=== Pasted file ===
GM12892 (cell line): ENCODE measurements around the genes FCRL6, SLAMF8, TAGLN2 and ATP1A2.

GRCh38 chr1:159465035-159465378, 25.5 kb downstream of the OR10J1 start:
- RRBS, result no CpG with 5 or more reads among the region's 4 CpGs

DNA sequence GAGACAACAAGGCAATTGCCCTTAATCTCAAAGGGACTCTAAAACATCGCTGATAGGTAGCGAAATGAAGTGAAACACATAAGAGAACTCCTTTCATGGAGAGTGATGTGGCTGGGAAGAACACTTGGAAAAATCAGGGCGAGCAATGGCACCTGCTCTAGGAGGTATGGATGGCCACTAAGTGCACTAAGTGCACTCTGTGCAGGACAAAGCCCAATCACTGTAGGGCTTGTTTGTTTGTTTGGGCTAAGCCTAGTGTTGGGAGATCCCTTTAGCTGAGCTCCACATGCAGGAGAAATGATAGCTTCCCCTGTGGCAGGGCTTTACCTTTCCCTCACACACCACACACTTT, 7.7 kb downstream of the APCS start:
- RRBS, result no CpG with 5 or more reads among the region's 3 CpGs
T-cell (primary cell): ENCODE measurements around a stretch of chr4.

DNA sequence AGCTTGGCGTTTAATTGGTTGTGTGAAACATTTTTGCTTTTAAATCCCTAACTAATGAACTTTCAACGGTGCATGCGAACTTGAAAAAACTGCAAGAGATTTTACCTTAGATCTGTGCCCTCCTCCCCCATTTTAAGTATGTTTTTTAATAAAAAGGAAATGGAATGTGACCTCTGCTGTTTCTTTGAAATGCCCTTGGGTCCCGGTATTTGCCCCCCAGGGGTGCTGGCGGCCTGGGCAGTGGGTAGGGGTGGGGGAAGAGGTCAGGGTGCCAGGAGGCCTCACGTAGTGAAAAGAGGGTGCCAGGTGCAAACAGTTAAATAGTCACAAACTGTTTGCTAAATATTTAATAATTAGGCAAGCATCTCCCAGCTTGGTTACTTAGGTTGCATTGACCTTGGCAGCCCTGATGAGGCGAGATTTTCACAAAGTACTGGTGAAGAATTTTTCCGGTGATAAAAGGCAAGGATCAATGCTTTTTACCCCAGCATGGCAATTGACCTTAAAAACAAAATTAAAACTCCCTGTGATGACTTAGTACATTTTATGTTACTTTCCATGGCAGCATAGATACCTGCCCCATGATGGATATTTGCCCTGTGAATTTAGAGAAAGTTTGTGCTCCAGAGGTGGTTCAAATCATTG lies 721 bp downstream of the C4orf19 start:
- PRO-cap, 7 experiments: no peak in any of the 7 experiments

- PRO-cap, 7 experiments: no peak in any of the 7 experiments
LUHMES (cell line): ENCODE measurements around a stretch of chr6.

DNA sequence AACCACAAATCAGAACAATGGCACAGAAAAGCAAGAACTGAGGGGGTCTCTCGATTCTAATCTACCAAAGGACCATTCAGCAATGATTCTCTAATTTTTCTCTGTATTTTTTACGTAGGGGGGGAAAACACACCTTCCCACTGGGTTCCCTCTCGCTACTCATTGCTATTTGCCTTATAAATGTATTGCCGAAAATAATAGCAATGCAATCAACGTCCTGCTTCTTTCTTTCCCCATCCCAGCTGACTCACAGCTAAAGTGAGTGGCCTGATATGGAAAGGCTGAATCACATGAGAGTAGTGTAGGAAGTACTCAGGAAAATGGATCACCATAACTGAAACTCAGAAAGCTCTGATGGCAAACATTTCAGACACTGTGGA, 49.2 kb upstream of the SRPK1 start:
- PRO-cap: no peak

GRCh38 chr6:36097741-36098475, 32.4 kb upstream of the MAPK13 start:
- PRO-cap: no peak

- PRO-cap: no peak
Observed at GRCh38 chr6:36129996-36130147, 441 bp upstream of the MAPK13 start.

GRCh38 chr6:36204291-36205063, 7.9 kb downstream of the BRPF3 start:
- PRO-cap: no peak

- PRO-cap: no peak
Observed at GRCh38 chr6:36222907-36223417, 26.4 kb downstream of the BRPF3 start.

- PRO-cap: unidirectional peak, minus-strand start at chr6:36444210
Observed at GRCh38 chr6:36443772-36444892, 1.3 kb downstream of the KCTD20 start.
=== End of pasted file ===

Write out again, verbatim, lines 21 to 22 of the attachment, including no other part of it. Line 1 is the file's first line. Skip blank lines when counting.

- PRO-cap: unidirectional peak, minus-strand start at chr6:36444210
Observed at GRCh38 chr6:36443772-36444892, 1.3 kb downstream of the KCTD20 start.